Safer Internet Day is an EU initiative to promote and encourage a safer internet for all users with particular focus on children and young people. The theme for Safer Internet Day for 2021, celebrated on February 9, was “Together for a Better Internet”.

Over the years Safer Internet Day has become an important event in the online safety calendar. It started as an initiative of the EU safe borders project way back in 2004. In 2005 the Insafe network took up this initiative. Since then it has grown beyond the European zone and is now celebrated in around 170 countries around the world.

In Malta Safer Internet Day is also celebrated and organised by the Besmartonline Project. This is an EU co-funded project.

Malta has set up a powerful consortium led by Tech.mt which consists of: Aġenzija Appoġġ; The Office of the Commissioner for Children; The Directorate for Learning and Assessment Programmes (Ministry of Education); and the Cyber Crime Unit within the Malta Police Force.

Other strategic partners support the consortium who share their expertise and experience and form part of the Advisory Board of this project. The project has established and promotes Childwebalert which is an online reporting facility for illegal online content, particularly child sexual abuse material. Childwebalert falls under the remit of Aġenzija Appoġġ and besides reporting illegal content to the cyber-crime unit, it also offers support services to the victims.

This year’s Safer Internet Day was celebrated with a difference. Due to the COVID-19 restrictions and to adhere to the guidelines of the Health Department, this year the information day that used to form part of the SID celebrations was replaced by a toolkit that was created by the partners and was disseminated amongst educators for children in Middle and Secondary Schools. The themes for this year`s SID focused on Digital Footprint and Body Image.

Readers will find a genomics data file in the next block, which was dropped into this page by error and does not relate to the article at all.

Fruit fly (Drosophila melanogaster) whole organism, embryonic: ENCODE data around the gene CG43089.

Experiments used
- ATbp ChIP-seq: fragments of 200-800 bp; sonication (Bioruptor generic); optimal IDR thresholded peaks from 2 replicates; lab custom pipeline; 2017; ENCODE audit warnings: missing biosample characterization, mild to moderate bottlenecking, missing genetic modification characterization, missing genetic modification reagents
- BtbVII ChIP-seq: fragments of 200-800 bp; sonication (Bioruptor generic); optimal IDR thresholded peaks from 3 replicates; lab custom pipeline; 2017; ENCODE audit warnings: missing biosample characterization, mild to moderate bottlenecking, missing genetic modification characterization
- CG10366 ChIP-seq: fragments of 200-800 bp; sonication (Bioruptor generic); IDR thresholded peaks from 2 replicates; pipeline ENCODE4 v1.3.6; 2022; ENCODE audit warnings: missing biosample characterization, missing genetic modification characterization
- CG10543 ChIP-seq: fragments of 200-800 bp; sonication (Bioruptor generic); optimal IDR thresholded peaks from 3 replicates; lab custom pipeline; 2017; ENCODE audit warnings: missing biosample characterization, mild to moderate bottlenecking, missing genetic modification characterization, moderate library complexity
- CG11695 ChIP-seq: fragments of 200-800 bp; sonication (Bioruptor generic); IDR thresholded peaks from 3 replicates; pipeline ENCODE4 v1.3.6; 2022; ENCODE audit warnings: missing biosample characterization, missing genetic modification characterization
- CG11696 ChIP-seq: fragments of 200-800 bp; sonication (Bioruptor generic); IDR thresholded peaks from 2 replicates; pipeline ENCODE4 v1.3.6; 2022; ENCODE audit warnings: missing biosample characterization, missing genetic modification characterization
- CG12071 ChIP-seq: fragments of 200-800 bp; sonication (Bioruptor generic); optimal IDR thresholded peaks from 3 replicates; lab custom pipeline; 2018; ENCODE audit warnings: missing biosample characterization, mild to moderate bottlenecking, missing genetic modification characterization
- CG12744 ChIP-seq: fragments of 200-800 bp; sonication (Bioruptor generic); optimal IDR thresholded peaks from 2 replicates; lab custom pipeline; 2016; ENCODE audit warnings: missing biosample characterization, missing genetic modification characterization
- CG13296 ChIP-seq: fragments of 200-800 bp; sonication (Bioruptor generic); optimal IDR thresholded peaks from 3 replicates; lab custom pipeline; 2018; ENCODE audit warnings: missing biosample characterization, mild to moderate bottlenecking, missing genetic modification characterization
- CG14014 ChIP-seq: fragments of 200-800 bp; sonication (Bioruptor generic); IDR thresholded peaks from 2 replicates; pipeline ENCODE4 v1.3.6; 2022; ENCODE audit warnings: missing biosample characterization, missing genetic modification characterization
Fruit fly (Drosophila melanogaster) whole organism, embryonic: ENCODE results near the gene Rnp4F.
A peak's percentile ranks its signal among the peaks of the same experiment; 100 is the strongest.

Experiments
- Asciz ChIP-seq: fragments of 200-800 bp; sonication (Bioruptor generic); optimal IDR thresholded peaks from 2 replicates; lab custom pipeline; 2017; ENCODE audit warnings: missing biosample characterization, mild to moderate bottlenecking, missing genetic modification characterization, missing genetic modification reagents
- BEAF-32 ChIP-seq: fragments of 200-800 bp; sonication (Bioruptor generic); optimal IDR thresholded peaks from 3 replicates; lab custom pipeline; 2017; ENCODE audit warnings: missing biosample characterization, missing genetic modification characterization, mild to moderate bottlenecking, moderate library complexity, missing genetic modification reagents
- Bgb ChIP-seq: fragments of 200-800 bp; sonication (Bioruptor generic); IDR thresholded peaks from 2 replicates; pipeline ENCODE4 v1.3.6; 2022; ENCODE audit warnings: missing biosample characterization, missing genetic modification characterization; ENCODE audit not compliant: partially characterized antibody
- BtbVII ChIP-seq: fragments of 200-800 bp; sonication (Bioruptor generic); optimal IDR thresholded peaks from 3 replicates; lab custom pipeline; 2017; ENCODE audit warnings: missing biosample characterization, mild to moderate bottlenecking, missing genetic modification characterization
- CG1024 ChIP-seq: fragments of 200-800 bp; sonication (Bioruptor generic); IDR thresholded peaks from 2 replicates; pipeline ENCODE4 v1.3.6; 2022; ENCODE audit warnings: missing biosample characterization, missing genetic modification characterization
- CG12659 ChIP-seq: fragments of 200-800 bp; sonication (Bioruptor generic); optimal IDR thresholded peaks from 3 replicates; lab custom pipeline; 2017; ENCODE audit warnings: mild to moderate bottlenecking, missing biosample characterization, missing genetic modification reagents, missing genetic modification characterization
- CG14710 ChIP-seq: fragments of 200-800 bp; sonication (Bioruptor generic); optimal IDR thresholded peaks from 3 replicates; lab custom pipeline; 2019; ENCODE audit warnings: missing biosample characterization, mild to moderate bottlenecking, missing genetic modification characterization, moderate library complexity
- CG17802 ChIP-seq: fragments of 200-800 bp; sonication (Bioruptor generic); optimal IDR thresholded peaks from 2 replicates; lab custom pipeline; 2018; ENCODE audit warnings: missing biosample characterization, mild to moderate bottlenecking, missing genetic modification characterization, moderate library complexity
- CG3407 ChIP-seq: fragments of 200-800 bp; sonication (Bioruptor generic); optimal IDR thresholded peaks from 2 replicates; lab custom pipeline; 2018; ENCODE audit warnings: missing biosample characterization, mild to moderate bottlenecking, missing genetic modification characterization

Two supporting videos have been produced about these topics, which was used as a discussion starter by the PSCD teachers and lesson plans prepared by the consortium partners were uploaded online which were followed by educators and students.

Students discussed and reflected on what is a negative and what is a positive digital footprint. This will help them when they create or share content over the internet and the effects it can leave on their lives.

Students were also presented with questions such as: If you googled your name or username, what do you think you would find? Would you be proud to have your teachers/parents/friends look at everything in your digital footprint? Why? Why not?

Body image is an essential part of young people’s development. Moreover, teen body image is closely linked to self-esteem mainly because society and the media, including social media place emphasis on the way we look. Experience shows that young people feel pressured by their peers to look “perfect” both offline and also online. Young people are affected by the amount of likes/followers they have on their social media status. The consortium partners felt the need to bring up this topic when discussing the effect of the media on young people. This year during SID, students were encouraged to come up with taglines and/or hashtags regarding body image that may be used to create awareness amongst their peers.  A digital poster can be created with these taglines/hashtags and passed on to the BeSmartOnline! to be used on social media.

Safer Internet Day encourages everyone to come together and play their part to create both a safer and a better internet. Everyone should be empowered to use technology responsibly, respectfully and creatively. Children and young people can help create a better internet by being responsible and respectful towards others and also by protecting their online image and that of others. It is essential that children and young people are given the message that internet offers positive opportunities yet they also need to understand the negative aspects that the internet can bring.

The Besmartonline Projects seeks to empower parents and carers to support children and young people and ensure that they establish an open dialogue with them. Their role is crucial in order to educate children and young people to use technology safely and positively.

Society at large should aim to contribute in creating a better internet particularly to children and young people. It is everyone’s responsibility and we should all strive to protect our young generation.

Graziella Castillo is director at Aġenzija Appoġġ.

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